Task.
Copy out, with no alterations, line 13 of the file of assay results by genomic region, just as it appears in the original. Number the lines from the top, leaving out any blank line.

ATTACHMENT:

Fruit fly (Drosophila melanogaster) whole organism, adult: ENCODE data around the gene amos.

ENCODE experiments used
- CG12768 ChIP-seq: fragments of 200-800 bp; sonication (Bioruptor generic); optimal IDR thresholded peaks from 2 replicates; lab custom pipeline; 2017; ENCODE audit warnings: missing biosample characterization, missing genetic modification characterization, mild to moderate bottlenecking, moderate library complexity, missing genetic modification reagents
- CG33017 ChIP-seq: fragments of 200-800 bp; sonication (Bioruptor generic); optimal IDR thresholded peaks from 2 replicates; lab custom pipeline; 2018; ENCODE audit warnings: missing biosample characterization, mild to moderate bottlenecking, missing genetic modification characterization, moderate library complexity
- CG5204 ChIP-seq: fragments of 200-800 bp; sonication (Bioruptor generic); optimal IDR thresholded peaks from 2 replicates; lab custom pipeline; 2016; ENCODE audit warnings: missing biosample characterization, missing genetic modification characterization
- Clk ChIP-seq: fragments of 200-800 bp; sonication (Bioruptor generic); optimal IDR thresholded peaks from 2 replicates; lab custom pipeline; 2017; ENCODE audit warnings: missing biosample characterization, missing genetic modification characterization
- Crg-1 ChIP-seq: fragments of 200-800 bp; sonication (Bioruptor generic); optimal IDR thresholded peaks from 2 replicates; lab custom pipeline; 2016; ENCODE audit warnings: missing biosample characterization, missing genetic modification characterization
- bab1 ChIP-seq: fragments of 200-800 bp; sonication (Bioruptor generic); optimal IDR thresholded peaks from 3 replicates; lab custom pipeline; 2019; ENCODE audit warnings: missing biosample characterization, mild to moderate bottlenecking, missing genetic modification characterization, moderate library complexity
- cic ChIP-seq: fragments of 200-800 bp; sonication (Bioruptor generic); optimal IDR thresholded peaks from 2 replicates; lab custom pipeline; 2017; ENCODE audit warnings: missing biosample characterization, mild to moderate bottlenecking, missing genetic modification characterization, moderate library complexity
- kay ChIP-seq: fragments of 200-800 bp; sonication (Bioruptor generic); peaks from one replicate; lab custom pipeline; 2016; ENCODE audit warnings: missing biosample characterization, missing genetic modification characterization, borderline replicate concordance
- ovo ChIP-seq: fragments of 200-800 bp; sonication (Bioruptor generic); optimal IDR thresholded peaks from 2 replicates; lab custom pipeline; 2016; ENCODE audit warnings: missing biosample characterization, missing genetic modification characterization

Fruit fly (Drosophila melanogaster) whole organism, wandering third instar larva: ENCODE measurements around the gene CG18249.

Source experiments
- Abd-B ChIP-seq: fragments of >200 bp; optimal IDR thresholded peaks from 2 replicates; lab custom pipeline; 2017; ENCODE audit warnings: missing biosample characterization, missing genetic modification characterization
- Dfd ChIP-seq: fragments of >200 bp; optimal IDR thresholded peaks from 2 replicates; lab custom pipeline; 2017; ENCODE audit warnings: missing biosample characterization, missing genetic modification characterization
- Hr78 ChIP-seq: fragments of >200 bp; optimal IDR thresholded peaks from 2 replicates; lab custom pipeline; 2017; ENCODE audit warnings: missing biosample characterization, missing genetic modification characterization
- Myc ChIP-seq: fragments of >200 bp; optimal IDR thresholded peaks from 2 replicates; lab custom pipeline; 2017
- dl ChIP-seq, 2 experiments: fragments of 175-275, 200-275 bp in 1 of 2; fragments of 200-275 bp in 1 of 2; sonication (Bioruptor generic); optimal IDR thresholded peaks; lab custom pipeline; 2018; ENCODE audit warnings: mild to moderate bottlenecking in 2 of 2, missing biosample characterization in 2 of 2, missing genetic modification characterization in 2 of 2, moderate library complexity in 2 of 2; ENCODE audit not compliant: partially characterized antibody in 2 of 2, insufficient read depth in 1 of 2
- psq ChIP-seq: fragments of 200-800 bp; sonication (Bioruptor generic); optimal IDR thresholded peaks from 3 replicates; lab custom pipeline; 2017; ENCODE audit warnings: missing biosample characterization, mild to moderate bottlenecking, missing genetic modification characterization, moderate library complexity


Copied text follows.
Source experiments